Thursday, February 28, 2019

Arizona Dream

Arizona Dream is a 1993 French-American surrealist indie comedy drama film co-written and directed by Emir Kusturica, and starring Johnny Depp, Jerry Lewis, Faye Dunaway, Lili Taylor and Vincent Gallo. 
For years (after my first viewing in 1993, the night before moving to Bosnia), I claimed this was my favourite film ever, with its many layers, great music and inside jokes for fans of Emir Kusturica films.
The film won the Silver Bear - Special Jury Prize at the 43rd Berlin International Film Festival, but wasn’t much appreciated by the American audience.
In the scene pictured above, we see a boinero talking vehicles with Cadillac salesman Jerry Lewis at his car yard (in Douglas, AZ).  

Wednesday, February 27, 2019

Leonel Antonio Fernández Reyna

Leonel Antonio Fernández Reyna (1953) is a Dominican lawyer, academic, and was President of the Dominican Republic from 1996 to 2000 and from 2004 to 2012. Since January 2016, he is the President of the EU–LAC Foundation.
Fernández became the first elected president of the Dominican Republic under his political party, the Dominican Liberation Party ("Partido de la Liberación Dominicana"), although party founder Juan Bosch was also sworn in as president in 1963 after the first democratic elections held in roughly four decades in the country. Fernández's administrations have focused much on technological and infrastructural development and macroeconomic and monetary stability.
He is a native of Villa Juana, Distrito Nacional and lived for much of his childhood and early adulthood in New York City.
According to local sociologist José Oviedo, "The country trusts him with the economy, but he doesn't seem to pay that much attention to social issues." The economic prosperity which his government prided itself on, seemed to fail in reaching enough people.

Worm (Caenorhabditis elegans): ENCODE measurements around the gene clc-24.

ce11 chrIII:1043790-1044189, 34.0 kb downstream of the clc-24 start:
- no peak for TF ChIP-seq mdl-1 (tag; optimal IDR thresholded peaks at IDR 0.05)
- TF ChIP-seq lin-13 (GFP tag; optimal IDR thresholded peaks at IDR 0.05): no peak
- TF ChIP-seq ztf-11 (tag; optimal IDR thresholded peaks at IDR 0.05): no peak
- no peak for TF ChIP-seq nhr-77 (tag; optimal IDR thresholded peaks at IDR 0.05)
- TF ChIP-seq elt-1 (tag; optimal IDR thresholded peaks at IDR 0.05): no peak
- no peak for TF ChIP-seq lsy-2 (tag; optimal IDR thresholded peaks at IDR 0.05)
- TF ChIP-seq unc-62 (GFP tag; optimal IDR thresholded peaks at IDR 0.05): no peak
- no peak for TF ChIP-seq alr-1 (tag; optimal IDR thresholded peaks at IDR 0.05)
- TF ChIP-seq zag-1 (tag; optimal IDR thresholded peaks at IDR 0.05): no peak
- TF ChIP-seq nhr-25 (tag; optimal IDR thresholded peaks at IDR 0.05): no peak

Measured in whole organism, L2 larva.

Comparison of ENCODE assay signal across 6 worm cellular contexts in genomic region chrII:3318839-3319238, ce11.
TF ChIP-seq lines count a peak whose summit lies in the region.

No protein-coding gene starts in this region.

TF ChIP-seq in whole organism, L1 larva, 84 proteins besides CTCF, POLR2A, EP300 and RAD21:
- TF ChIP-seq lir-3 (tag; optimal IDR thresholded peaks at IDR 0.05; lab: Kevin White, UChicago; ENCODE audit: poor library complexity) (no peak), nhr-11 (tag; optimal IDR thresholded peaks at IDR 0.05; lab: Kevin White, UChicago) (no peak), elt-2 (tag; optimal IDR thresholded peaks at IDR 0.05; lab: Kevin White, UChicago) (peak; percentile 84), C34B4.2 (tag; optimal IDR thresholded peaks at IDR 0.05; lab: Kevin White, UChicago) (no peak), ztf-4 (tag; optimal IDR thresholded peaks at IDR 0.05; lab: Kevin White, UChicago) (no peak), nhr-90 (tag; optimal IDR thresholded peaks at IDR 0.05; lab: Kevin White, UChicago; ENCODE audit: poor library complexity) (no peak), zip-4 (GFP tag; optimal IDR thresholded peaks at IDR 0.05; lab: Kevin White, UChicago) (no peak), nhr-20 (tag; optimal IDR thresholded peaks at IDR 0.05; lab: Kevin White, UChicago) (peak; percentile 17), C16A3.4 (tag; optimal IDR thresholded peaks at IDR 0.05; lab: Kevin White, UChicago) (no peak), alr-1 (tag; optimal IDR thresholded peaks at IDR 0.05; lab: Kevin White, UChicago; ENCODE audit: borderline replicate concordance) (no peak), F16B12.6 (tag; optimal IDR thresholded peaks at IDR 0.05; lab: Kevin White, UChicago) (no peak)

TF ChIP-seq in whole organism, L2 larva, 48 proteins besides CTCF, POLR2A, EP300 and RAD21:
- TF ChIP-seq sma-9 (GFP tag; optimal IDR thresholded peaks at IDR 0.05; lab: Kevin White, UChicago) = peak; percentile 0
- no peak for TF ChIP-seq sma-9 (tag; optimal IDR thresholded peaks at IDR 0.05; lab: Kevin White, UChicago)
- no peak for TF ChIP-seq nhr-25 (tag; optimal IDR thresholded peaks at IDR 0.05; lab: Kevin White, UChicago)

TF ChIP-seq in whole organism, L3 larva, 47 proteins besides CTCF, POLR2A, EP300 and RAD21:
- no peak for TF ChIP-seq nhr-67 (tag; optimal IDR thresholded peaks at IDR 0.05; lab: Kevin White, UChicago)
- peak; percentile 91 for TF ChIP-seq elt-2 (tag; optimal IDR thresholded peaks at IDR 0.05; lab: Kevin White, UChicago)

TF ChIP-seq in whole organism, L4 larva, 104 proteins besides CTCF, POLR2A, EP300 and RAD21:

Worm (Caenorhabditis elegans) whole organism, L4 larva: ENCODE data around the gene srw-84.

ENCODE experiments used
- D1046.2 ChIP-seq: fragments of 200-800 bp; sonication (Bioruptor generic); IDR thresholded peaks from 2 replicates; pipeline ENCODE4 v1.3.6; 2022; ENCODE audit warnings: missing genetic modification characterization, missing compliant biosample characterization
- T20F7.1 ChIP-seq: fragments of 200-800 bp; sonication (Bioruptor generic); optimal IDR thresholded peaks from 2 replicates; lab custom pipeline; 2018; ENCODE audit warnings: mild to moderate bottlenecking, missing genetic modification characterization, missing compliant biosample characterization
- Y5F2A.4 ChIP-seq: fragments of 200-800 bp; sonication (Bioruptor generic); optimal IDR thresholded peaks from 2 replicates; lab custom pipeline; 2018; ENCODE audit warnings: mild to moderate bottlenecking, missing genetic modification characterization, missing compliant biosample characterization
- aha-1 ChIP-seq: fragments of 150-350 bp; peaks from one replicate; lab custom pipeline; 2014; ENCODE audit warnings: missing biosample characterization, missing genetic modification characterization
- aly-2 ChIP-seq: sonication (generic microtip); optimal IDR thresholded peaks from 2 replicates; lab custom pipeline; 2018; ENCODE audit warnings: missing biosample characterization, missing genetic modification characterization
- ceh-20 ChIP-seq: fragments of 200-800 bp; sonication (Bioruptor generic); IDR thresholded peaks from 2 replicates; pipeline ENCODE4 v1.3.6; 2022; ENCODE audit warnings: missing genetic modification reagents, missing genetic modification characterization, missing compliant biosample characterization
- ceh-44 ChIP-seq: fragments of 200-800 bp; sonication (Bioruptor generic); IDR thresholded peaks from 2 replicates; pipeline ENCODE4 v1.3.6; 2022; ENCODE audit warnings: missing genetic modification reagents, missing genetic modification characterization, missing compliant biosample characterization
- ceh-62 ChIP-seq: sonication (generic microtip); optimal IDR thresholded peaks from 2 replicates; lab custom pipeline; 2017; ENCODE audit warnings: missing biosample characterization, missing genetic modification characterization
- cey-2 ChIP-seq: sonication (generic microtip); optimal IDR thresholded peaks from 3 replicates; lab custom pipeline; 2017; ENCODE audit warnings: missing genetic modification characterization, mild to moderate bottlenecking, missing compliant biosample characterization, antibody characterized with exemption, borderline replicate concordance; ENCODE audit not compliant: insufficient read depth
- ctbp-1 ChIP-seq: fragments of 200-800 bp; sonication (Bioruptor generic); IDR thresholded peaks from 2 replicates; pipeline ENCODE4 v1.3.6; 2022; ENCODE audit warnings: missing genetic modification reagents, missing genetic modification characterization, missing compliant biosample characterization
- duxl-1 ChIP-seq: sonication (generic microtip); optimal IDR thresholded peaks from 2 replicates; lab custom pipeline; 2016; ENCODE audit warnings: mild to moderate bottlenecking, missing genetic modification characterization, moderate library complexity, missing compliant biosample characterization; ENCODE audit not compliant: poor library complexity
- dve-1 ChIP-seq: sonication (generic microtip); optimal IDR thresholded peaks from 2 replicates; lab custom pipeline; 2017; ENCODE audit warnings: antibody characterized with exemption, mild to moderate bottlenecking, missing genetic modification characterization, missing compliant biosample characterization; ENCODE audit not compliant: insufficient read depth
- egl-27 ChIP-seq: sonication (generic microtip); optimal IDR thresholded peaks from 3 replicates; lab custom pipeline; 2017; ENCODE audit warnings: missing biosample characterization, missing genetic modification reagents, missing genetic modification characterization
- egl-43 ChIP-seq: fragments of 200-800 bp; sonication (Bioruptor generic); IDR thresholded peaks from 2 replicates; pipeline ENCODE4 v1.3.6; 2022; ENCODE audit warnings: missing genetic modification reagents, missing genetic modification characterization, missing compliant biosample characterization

According to the Wall Street Journal, the economy situation worsened during his last term.

Tuesday, February 26, 2019

The Mirabal sisters

Patria, Minerva, Maria Teresa, and Dedé Mirabal were four sisters in the Dominican Republic, who opposed the dictatorship of Rafael Trujillo (El Jefe.  
They formed a group called the Movement of the Fourteenth of June, named after the date of the massacre Patria witnessed, to oppose the Trujillo regime. They distributed pamphlets about the many people whom Trujillo had killed and obtained materials for guns and bombs to use when they eventually openly revolted. Within the group, the sisters called themselves "Las Mariposas" ("The Butterflies"), after Minerva's underground name.
On 25 November 1960, Patria, Minerva, María Teresa, and their driver, Rufino de la Cruz, were visiting María Teresa and Minerva's incarcerated husbands. On the way home, they were stopped by Trujillo's henchmen. The sisters and de la Cruz were separated, strangled and clubbed to death. The bodies were then gathered and put in their Jeep, which was run off the mountain road to make their deaths look like an accident. Dedé, died of natural causes on 1 February 2014.

The assassinations turned the Mirabal sisters into "symbols of both popular and feminist resistance".

Monday, February 25, 2019

Beret (Boina) Wearing in Argentina